Of course, the biggest selling point of the Roomba i7+ is that it comes with a separate home station, where it can automatically unload rubbish and recharge its battery.

Since my studio is rather tiny, the robo-vacuum could easily complete a full cleaning cycle on a single charge, but the feature will certainly prove useful to those fortunate enough to live in bigger spaces. The same goes for people with particularly dusty apartments: the i7+ will automatically head to the home station to dispose of dust once its bag has been filled up.

Also, it’s kinda cool to watch the Roomba empty itself fully autonomously.

What about the downsides

Though it kept my studio relatively clean, there are a few tasks the i7+ could perform better.

The Roomba effortlessly sucks up dust, crumbs, rice and other relatively small and round pieces from the ground, but it craps out when it comes to picking up flat objects.

roomba, i7, irobot, i7+


More annoyingly though, the robot would get stuck in my cheap IKEA rug every once in a while. In all fairness, the rug is pretty hairy and also happens to be black (iRobot warns the device has difficulties vacuuming over black surfaces). It’s not like this is a deal-breaker, but it’s irritating when it happens – especially when I’m not home to give the robot a little nudge.

Often times, all it took to get the Roomba back to vacuuming was to pick it up and put it back down on the rug. Indeed, I wish there was some sort of an overdrive function built into the app that lets you force the Roomba to just muscle its way out of trouble.

So do I need one?

At $1,100, the Roomba i7+ is clearly not for everyone.

One (slightly flawed) way to rationalize purchasing an i7+ is to compare its price to the costs of cleaning services in your area.

In Amsterdam where I’m based, cleaning services cost about €15 ($17) an hour on average. Assuming cleaning personnel shows up at your house twice a month for two hours, that racks up to about €720 ($815) a year. If you like your home dusted at least once a week, the total amount could go well over €1,000 ($1,125) each year.

The price of cleaning services will vary based on your location. In India, for instance, you could get your house cleaned three times a week for a monthly fee of €25 (or €300 a year). But as one of my colleagues pointed out, there is something incredibly unnerving about the idea of having a stranger spruce up your house three times a week.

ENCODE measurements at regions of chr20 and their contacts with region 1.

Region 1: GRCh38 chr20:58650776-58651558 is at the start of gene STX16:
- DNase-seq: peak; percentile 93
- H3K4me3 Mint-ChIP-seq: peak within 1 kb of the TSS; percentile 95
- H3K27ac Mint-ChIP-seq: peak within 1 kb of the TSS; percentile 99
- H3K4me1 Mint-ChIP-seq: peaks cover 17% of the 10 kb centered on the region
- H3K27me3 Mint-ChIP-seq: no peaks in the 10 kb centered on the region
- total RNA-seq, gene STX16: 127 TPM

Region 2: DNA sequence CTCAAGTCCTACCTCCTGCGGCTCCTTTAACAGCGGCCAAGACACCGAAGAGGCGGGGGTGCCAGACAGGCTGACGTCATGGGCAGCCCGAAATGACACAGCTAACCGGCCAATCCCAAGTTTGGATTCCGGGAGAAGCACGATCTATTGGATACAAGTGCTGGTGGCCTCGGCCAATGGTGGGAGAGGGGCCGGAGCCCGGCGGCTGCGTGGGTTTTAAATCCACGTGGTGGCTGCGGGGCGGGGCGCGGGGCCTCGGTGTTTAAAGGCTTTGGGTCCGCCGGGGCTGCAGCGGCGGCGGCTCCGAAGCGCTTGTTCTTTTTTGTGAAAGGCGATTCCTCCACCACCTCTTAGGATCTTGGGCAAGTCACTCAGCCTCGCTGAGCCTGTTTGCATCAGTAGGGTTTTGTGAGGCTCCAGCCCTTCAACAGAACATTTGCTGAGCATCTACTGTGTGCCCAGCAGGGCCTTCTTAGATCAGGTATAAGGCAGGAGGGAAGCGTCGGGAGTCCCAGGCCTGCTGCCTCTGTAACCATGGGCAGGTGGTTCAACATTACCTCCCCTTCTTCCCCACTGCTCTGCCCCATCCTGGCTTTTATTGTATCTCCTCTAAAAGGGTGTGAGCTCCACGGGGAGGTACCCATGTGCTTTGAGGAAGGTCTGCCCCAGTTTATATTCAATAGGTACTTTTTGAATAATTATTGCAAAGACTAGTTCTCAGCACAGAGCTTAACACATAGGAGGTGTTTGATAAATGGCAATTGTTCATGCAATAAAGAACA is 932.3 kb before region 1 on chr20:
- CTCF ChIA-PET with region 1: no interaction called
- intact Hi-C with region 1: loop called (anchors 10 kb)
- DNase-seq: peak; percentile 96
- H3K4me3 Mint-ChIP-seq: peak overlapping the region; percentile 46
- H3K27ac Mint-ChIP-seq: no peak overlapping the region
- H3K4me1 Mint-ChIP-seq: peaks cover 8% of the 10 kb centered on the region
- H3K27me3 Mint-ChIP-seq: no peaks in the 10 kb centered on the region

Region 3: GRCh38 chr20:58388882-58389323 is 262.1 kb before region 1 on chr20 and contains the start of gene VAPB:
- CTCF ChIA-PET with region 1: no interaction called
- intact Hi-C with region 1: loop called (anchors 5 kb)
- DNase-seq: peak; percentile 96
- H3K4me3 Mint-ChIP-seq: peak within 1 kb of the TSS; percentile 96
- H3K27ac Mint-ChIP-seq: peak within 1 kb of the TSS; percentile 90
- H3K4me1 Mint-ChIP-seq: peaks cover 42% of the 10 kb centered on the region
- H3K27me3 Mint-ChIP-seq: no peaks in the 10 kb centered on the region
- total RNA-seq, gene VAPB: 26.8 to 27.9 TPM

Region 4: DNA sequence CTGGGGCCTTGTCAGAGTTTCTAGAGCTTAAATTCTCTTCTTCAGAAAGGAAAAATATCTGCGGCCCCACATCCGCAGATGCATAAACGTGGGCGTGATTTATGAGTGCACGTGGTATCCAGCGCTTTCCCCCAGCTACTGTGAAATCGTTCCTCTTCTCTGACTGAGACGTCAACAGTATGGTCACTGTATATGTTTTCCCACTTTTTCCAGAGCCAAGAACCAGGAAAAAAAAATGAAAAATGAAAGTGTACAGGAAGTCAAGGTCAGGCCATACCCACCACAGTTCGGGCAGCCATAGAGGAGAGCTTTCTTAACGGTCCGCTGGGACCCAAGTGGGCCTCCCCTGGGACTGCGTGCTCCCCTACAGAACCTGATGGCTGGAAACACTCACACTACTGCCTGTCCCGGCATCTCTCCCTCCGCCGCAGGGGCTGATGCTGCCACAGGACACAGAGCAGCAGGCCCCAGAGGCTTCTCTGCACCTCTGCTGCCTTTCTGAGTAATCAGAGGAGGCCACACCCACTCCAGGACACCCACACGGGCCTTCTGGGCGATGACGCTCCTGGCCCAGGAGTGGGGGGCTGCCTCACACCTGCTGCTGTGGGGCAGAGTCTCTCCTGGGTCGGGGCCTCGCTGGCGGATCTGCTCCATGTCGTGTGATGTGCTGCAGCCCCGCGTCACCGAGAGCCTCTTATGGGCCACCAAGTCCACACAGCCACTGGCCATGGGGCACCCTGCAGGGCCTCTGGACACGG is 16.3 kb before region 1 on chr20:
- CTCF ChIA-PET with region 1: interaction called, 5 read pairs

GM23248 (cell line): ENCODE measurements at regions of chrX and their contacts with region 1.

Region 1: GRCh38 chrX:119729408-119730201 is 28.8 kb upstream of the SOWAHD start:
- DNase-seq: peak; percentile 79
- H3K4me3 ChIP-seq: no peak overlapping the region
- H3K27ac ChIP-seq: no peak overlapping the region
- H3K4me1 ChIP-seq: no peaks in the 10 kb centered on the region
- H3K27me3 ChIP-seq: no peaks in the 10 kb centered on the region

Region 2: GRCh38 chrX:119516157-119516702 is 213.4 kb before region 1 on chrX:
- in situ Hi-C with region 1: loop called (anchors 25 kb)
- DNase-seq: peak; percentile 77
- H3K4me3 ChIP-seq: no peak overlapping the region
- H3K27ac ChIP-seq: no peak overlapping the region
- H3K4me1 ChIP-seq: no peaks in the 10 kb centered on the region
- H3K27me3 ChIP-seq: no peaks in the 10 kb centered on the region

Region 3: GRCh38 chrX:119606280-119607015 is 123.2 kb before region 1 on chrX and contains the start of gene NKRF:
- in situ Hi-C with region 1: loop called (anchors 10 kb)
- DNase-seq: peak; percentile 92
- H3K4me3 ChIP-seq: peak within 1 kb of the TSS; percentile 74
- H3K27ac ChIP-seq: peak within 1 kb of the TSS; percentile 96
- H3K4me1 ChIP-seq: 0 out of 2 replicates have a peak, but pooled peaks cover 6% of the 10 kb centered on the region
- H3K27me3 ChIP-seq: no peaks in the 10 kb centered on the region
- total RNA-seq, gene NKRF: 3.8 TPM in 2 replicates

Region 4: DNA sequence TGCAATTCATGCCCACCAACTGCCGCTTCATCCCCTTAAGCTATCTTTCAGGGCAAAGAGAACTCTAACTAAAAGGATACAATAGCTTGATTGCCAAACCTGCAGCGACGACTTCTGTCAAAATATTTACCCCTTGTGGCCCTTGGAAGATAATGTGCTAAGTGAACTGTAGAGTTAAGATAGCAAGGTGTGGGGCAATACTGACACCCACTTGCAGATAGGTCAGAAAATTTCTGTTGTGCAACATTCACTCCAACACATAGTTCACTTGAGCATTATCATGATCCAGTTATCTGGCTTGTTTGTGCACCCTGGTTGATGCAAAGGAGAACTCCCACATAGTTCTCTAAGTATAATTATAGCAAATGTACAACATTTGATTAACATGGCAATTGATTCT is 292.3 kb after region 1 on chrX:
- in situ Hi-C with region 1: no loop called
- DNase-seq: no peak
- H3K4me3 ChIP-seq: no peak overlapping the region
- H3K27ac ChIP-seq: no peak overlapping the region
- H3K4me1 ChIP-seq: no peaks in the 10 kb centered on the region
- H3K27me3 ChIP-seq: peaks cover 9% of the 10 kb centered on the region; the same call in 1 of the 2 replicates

Of course, an actual cleaning professional will also take care of every little shelf the Roomba can’t reach. But this isn’t really why you’re buying a cleaning robot.

Unlike a real person, the Roomba offers a sense of privacy and comfort I personally can’t get from human-performed cleaning services. (There were reports that iRobot could be selling customers’ mapping data to third parties, but the company clarified it might share such data only if customers have consented to it.)

In a sense, you pay extra for the peace of mind that your house will remain tidy without the need for another human being to set foot on your premises. The same logic applies to the extra costs of the home station: you shell out a couple of hundred bucks more for the convenience of not having to look after the device yourself.

If you don’t mind spending a little extra for this convenience, then the Roomba i7+ might be just the right thing for you.

And if you still find it hard to justify splurging $1,100 on a cleaning robot, you can always look into some of iRobot’s more affordable models – or a different brand altogether.

You can pick up a Roomba i7+ for $1,100 from iRobot’s online shop.